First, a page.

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European Union governments will launch later this week a large-scale simulation of cyberattacks against multiple member states.

Participants will be confronted with attacks on their supply chains and some spillover socio-economic effects in other member states, before having to coordinate public communications and a diplomatic response, according to people familiar with the matter and documents seen by Bloomberg.

The aim of the six-week exercise is to stress-test Europe's resilience, strengthen preparedness and cooperation among member states, and improve the effectiveness of a joint response.

The EU simulation comes amid concerns that Russia could couple any aggressive act toward Ukraine with cyberattacks directed at the West.

One of the EU documents cites the recent hack against the software company SolarWinds Corp., which according to U.S. and U.K. intelligence assessments was carried out by Russian intelligence and affected companies on both sides of the Atlantic.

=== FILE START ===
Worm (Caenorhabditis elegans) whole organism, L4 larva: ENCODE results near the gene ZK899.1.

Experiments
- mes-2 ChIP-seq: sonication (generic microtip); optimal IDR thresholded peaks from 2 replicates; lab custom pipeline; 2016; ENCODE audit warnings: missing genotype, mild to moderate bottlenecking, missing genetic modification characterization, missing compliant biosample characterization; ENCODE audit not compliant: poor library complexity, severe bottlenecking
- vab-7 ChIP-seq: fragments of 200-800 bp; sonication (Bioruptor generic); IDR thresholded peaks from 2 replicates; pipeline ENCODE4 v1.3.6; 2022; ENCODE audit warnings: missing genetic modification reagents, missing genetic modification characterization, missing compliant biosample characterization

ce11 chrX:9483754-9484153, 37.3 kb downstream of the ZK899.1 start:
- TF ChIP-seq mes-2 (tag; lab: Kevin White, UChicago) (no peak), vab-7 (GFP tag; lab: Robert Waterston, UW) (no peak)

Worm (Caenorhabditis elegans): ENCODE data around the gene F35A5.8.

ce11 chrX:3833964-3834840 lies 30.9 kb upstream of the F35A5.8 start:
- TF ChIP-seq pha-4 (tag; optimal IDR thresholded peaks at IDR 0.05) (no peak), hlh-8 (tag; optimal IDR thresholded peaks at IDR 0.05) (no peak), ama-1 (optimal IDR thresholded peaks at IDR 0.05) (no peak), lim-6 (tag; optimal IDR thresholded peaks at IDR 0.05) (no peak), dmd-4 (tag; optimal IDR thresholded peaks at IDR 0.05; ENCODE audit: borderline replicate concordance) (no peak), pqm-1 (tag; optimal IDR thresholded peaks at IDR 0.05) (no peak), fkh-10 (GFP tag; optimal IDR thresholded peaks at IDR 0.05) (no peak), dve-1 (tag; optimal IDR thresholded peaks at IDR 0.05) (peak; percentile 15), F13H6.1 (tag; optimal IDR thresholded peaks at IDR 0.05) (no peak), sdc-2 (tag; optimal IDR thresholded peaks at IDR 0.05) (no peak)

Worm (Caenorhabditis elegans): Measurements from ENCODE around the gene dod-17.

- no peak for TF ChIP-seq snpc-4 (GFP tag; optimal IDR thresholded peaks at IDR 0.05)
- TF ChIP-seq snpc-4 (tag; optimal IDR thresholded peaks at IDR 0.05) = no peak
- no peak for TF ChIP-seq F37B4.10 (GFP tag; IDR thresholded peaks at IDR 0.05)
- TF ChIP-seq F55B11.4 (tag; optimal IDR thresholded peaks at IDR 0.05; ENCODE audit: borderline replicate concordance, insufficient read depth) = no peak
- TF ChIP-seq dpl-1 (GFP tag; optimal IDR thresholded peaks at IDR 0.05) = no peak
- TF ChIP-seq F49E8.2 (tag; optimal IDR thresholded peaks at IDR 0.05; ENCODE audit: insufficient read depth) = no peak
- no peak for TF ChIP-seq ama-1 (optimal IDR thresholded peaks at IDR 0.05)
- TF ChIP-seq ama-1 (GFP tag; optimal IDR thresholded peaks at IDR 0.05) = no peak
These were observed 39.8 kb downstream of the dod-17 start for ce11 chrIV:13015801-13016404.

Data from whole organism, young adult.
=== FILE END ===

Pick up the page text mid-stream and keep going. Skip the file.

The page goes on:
Comment: The vast majority of these cyberattacks - of which, following a 'warning' from the WEF, we've seen a surge of recently - bear all the hallmarks of Western-allied intel agencies: Toshiba hacked by DarkSide, Kaspersky founder suggests CIA may be behind group's Colonial Pipeline attack

Though the EU has various tools at its disposal to counter and sanction acts of cyber aggression, it doesn't currently have a framework for effectively coordinating a joint response to a major crisis, the document says.

The exercise will be structured around a gradual escalation toward a major crisis that culminates in an attack that could qualify as an armed aggression under the United Nations Charter, according to one of the documents. In order to be as realistic as possible and better prepare the bloc for a real-world attack, it will be modeled on incidents that have taken place or could occur in the near future.

The simulation, which is being proposed by the French presidency of the EU, is expected to begin this month and conclude during a meeting of the bloc's foreign ministers at the end of next month.

A French spokesperson didn't immediately respond to a request for comment.